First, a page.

Article: The radula of the Late Cretaceous scaphitid ammonite Rhaeboceras halli(Meek and Hayden, 1856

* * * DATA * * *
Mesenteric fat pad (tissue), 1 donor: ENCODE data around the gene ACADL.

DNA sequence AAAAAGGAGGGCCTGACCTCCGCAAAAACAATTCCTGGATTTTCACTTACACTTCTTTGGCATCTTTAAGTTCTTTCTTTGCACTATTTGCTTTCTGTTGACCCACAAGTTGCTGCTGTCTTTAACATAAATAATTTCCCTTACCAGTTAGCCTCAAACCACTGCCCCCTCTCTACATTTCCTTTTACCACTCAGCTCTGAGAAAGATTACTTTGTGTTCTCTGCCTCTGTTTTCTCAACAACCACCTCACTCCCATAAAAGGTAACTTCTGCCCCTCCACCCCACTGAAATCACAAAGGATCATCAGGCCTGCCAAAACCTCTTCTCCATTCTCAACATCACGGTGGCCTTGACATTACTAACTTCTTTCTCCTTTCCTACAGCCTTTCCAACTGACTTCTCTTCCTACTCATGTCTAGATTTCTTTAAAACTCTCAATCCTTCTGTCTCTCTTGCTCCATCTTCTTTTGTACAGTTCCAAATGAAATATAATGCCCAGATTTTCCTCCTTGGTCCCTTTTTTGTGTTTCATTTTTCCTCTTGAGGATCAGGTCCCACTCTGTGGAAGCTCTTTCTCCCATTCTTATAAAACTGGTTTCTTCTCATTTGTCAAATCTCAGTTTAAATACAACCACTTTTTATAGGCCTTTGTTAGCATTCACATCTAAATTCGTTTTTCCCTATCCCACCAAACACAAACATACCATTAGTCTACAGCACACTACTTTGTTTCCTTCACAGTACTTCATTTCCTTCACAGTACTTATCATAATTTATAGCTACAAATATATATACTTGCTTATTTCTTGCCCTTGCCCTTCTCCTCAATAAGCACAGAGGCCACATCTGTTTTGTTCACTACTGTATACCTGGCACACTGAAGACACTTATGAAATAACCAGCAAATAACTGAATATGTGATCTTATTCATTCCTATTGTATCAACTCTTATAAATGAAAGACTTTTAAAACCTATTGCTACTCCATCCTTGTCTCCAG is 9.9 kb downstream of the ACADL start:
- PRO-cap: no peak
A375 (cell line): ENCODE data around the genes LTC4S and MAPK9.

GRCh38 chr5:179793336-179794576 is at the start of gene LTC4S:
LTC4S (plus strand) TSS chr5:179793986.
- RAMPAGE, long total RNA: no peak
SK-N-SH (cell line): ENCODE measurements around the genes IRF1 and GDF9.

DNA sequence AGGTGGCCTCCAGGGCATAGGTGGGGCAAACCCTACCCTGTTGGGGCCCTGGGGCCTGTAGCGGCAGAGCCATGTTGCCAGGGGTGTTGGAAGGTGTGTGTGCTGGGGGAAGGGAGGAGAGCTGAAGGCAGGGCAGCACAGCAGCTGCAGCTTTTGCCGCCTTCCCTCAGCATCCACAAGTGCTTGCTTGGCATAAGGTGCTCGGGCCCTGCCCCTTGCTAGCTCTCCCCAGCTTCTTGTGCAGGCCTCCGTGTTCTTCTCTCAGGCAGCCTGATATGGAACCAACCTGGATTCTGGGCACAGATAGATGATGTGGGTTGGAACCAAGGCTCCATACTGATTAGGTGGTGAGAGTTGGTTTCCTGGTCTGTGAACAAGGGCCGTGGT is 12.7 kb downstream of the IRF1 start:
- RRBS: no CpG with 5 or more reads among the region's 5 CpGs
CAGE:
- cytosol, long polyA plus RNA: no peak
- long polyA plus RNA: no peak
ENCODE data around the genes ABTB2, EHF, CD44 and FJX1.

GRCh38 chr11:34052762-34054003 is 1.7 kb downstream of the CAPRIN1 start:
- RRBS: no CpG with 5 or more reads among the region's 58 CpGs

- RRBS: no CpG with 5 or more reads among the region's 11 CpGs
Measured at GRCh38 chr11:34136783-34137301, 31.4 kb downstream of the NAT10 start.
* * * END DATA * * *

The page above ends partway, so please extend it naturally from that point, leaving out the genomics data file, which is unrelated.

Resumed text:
Radular teeth occur between the jaws in two specimens of the Late Cretaceous scaphitid ammonite Rhaeboceras halli (Meek and Hayden, 1856) from the Western Interior of the United States. The detailed morphology of the teeth has been revealed by propagation phase contrast X-ray synchrotron microtomography. Each row of the radula of R. halli consists of a total of seven teeth (a central rachidian, two pairs of lateral and one pair of marginal teeth), as in other known ammonoid radulae, although the central tooth could not be confirmed in the specimens examined. The lateral teeth are multicuspid and robust, and the marginal teeth are long (4.6 mm) and slender. In overall morphology, the heterodont and ctenoglossan radula of R. halli is similar that of Jurassic and Cretaceous ammonites with the same aptychus-type lower jaw, that is, the Aptychophora. This discovery reveals the range of variation in radular morphology, which could be related to ecological or phylogenetic factors. It also invalidates the hypothesis that the hook-like structures in R. hallipreviously described are radular elements.